Marble Rye Bagels

Recipe by Susan Reid

Bagels are a handmade bread with centuries of tradition behind them. We've made a hearty rye dough that's divided and colored, then layered and twisted into shape. After a brief boil, it bakes up into beautiful, flavorful bagels, an ideal base for bold toppings like smoked salmon or pickled herring.

1 hr 30 mins
20 to 22 mins
3 hrs 10 mins
8 bagels
Marble Rye Bagels


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  1. For the dough: Weigh your flour; or measure it by gently spooning it into a cup, then sweeping off any excess. Combine all of the ingredients except the burnt sugar syrup and cocoa in a large bowl and mix well. If you'd like to use a bread machine to make the dough, see baker's tips below.

  2. Once the dough comes together, knead vigorously for 10 to 15 minutes by hand or in a mixer with a dough hook on medium-low speed for 10 minutes. The dough will be stiff.

  3. Divide the dough in half; place one half in a lightly greased bowl, cover, and set aside.

  4. Add the burnt sugar syrup to the remaining dough in the mixing bowl. Mix until it disappears into the dough; this will be messy at first, but everything will smooth out in a few minutes.

  5. Add the black cocoa and mix until incorporated. Knead the dough until it's dark and evenly colored. Place the colored dough in another greased bowl and cover.

  6. Let the doughs rise until noticeably puffy, 1 to 1 1/2 hours.

  7. After the first rise, pat the light dough into an 8" x 12" rectangle. Pat the colored dough to the same size and place it on top.

  8. Divide the dough into quarters by cutting it crosswise to make 2"-wide strips. Cut in half the long way to make eight equal pieces.

  9. Roll each two-toned piece of dough into a 7" to 8" rope. Twist two or three times and overlap the ends, wetting one slightly if needed. Roll your hand over the seam from the inside of the bagel to seal it.

  10. Line two baking sheets with parchment and space out the shaped bagels on the pans. Cover and let rise for 20 minutes while you set up the water bath and preheat the oven to 450°F.

  11. To boil: Fill a large saucepan with the water (it should reach a depth of about 3"). Add the malt powder (or brown sugar) and granulated sugar and place the pan over medium-high heat. Bring the water to a boil.

  12. The bagels are ready to cook when they've risen very slightly; they should still be firm enough that the surface bounces back when lightly touched.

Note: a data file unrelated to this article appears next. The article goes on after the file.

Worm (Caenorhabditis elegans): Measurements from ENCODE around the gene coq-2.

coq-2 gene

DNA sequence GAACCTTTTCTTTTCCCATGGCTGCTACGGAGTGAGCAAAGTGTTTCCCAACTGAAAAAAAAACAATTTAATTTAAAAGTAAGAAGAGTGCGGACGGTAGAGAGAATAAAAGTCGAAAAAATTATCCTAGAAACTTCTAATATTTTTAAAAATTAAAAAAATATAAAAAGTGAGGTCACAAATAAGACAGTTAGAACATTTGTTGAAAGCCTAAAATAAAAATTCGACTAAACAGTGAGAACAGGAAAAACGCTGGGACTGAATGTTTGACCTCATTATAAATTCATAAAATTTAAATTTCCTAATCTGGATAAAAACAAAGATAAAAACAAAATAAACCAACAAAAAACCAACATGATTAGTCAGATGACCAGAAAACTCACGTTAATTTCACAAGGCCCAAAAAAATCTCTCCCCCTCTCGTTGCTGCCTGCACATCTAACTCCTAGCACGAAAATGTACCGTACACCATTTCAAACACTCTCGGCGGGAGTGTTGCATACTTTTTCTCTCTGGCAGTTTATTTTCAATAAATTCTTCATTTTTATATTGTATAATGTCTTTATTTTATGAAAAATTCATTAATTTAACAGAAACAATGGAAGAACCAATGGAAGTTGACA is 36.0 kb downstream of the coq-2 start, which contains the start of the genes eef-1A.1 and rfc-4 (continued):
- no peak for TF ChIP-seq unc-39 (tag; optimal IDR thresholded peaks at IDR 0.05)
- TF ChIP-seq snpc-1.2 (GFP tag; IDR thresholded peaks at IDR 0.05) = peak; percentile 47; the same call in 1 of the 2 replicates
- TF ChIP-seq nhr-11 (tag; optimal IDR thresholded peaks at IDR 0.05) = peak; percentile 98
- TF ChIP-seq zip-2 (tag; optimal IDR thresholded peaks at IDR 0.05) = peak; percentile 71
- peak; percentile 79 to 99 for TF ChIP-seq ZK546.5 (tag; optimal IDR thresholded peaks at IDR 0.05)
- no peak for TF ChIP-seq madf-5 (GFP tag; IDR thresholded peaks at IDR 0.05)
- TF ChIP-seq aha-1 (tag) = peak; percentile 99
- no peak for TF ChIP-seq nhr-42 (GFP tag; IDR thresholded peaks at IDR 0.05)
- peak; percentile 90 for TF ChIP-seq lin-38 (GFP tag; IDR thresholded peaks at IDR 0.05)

13. Reduce the heat under the water to medium (a slow bubble) and slip two or three bagels into the water. Cook for 1 minute, then turn over and cook for 2 more minutes.

  14. Remove the bagels from the water with a slotted spoon and place on the prepared baking sheets.

  15. For the egg wash: Beat the egg whites with the water.

  16. Brush the tops of the bagels with the egg wash, and bake for 20 to 22 minutes, until golden brown.

  17. Remove the bagels from the oven and let cool on a rack before serving.

  18. Store in a paper bag on the counter for one day; or slice and freeze for up to two months for longer storage.

Tips from our Bakers

  • If you're using a bread machine, place all of the dough ingredients except the burnt sugar syrup and cocoa in the machine's bucket, select the Dough cycle, and press Start. Once the kneading part of the cycle has stopped, remove half the dough and transfer to a lightly greased bowl. Cover and set aside. Reset the machine to the Dough cycle, add the burnt sugar syrup and cocoa, and press Start. Let the machine finish its cycle. Once the cycle is done, pick up the instructions at step 7.
  • Make your own liquid for coloring rye breads (or gravies and sauces) simply by placing 1 cup of sugar in a small saucepan or skillet over medium heat. Cook until the sugar melts and liquifies; swirl the pan from time to time but don't stir. Once the sugar has all turned brown, continue cooking until the color deepens. When the sugar has reached a medium-dark color, remove the pan from the heat and VERY SLOWLY and carefully pour 3/4 cup water into the pan. Let the pan sit for 15 minutes, then stir to dissolve any remaining sugar. Stir at room temperature in a sealed jar until needed.